Economic data warn Erdoğan
This week’s Turkish data releases showed exactly why the government has to end the ongoing protests in a peaceful manner.
The National Income Accounts for the first quarter, released on June 11, revealed that the economy grew 3 percent annually. Although higher than market expectations of 2.2 percent, it was driven almost entirely by public investment, which rose 82 percent yearly. In fact, Citi economists noted that “if the contribution of public investment were at its historical average, growth would be 0.9.”
This is the first time in two years that net exports did not contribute to growth. Given Europe’s economic prospects, I would not expect a significant contribution from foreign demand during the rest of the year, either. In fact, the exports component of the May Purchasing Managers Index is at a six-month low. If growth is to hit the government’s 4 percent target, it has to be through domestic demand, which will in turn depend on consumer and business confidence. Continued protests are not the best way to boost confidence.
April Balance of Payments figures released on the same day paint an equally bleak picture. The annual current account deficit has surpassed $50 billion. Ongoing protests would widen the deficit further by scaring tourists away - tourism is the largest revenue item in the current account. Hotel searches for Turkey almost came to a stop last week, and there was a one third weekly decrease in bookings with British tour operators.
Moreover, almost 85 percent of the $94 billion of capital flows in the past 12 months were short-term. If these flows slowed down, because of domestic or international developments, Turkey would have problems financing its current account deficit and growth. The resulting lira depreciation would not only fuel inflation, but also disrupt the balance sheets of corporates, which have an open position of $145 billion.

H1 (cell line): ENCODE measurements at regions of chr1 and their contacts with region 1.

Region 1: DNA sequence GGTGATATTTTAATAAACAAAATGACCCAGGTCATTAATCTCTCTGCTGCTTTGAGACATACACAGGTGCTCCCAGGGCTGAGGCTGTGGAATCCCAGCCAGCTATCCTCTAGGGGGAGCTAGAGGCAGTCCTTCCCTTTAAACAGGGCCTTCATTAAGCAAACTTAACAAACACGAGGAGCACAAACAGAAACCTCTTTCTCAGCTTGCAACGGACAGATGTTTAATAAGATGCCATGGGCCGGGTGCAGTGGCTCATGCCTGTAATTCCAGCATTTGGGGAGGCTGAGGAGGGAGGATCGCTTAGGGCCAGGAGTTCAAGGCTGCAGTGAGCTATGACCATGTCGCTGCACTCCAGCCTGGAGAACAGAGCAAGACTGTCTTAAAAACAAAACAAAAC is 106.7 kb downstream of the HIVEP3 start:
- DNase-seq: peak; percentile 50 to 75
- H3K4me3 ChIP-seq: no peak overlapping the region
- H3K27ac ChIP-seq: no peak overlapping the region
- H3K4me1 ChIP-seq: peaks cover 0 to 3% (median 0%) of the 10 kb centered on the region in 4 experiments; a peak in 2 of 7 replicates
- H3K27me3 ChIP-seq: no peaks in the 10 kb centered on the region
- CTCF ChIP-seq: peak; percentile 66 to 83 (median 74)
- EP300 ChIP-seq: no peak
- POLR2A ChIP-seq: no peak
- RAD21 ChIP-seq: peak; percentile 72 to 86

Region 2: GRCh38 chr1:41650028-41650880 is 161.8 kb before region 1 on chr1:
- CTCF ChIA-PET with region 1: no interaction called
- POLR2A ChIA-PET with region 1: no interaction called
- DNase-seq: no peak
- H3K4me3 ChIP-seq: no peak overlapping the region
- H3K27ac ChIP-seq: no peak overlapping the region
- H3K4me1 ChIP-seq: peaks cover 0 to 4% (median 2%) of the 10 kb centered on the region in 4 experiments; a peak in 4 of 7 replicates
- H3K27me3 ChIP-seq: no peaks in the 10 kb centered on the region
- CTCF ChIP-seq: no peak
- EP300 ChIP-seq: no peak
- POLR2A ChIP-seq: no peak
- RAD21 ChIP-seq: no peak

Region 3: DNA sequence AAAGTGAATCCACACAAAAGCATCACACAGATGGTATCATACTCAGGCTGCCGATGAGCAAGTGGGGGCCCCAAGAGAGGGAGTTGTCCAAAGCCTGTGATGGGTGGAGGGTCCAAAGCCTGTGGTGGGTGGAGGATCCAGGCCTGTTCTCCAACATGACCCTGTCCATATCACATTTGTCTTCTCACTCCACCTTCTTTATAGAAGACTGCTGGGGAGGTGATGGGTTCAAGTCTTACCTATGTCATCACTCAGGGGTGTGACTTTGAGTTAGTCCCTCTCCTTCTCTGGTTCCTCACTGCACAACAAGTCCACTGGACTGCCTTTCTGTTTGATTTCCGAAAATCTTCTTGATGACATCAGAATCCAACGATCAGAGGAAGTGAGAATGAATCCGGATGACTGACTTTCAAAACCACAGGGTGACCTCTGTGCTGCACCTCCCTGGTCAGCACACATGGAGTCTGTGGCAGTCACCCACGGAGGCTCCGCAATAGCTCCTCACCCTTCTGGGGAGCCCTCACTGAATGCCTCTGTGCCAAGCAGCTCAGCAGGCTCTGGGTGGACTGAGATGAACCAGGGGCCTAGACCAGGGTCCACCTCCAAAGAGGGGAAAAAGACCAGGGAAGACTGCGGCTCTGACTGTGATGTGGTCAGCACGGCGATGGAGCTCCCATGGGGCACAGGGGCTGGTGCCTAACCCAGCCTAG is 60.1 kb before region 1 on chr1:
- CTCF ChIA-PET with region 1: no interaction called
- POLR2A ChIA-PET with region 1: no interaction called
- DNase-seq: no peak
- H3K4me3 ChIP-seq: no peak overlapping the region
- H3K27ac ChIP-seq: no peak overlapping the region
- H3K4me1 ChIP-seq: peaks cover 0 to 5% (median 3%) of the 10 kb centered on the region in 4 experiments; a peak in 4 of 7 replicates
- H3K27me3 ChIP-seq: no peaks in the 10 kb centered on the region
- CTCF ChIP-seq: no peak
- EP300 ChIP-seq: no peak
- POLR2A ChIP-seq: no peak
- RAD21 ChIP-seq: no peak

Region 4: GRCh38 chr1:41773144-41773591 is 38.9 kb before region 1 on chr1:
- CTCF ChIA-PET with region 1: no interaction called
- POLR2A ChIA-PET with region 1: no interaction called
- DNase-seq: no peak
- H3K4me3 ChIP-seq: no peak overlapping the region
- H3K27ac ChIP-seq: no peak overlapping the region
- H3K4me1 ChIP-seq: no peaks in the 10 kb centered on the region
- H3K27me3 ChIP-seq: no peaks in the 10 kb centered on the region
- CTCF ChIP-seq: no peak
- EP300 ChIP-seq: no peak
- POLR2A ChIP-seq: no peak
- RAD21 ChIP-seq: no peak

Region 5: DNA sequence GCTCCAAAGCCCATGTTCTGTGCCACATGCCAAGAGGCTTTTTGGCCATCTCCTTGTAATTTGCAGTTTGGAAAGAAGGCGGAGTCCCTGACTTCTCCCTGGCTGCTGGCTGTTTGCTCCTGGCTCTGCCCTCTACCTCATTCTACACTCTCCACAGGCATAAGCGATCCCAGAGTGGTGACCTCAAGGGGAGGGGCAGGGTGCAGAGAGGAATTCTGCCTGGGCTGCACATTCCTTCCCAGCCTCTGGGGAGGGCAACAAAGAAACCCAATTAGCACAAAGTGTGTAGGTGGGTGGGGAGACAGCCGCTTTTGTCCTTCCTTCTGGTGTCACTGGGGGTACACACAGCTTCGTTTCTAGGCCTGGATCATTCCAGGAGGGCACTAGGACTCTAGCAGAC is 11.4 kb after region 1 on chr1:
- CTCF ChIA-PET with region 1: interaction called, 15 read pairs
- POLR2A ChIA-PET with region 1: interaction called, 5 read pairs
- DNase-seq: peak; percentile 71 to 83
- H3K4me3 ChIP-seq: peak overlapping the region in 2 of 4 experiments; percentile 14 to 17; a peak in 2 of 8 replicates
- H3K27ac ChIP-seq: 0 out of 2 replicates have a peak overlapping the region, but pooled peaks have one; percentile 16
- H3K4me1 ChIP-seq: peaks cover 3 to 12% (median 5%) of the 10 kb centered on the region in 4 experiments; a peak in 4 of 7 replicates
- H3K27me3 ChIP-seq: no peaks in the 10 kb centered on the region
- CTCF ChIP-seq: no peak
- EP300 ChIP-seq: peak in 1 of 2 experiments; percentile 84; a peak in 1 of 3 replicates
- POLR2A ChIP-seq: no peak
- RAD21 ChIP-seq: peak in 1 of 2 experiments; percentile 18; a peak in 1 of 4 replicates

As Governor Erdem Başçı noted on June 12, that’s why the Central Bank of Turkey intervened in exchange rate (FX) markets on June 11 after we saw a miniature version of this scenario. There were $464 million of outflows from equities last week, and the lira dollar exchange rate passed 1.90 before the Central Bank sold $250 million of FX and tightened liquidity by not offering funding at the policy rate.
As a result, overnight rates hit 6 percent, which is the lending rate for primary dealers. Therefore, although Başçı said there was no need for it, and none of the economists in business channel CNBC-e’s survey is expecting it, the Bank may raise this rate, which is the ceiling of the interest rate corridor, at its rate-setting meeting on June 18 if there is pressure on the lira. Would this make them part of the interest rate lobby?
Economic data were begging Prime Minister Recep Tayyip Erdoğan to make peace with protesters this week. Since he met with their so-called representatives, whom he had cherry-picked himself, on June 12, I am not sure if he is listening or only pretending to listen.